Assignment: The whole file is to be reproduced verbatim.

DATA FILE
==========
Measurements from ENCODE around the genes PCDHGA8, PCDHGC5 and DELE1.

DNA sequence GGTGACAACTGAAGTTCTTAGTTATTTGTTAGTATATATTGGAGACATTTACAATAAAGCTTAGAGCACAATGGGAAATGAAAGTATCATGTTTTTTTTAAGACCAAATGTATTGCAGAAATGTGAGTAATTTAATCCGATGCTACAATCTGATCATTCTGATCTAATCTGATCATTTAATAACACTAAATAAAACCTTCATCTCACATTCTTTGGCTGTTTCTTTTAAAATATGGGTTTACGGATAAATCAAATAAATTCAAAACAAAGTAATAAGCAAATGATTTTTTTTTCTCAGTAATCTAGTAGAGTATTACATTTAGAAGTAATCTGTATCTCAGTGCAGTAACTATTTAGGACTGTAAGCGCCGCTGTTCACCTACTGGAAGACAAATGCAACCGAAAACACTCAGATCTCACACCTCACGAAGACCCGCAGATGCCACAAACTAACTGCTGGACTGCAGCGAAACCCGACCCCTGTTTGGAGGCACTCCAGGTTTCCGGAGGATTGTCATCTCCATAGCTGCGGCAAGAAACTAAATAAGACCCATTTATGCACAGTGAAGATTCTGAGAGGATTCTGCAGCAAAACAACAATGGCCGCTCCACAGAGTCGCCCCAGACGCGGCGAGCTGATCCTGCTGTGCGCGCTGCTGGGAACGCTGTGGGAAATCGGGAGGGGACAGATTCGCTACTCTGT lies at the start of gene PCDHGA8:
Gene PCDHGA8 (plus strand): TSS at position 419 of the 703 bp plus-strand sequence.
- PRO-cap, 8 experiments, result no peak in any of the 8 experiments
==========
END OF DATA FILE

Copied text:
Measurements from ENCODE around the genes PCDHGA8, PCDHGC5 and DELE1.

DNA sequence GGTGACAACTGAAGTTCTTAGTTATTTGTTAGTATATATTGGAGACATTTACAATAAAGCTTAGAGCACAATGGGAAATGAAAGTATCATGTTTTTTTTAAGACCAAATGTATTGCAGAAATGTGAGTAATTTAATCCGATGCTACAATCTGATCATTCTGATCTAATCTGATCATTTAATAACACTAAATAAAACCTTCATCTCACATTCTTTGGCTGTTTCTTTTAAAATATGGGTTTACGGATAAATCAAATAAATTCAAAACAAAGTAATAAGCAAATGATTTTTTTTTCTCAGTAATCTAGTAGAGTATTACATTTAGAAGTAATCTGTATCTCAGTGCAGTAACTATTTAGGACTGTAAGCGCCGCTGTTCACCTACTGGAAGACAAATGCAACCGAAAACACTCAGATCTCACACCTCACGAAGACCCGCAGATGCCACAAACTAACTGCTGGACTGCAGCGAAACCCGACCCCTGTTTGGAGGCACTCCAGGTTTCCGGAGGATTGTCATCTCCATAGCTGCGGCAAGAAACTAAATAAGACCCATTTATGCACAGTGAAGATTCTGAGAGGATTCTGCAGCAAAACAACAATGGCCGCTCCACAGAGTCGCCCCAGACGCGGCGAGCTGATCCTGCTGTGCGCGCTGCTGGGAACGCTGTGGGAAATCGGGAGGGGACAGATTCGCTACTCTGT lies at the start of gene PCDHGA8:
Gene PCDHGA8 (plus strand): TSS at position 419 of the 703 bp plus-strand sequence.
- PRO-cap, 8 experiments, result no peak in any of the 8 experiments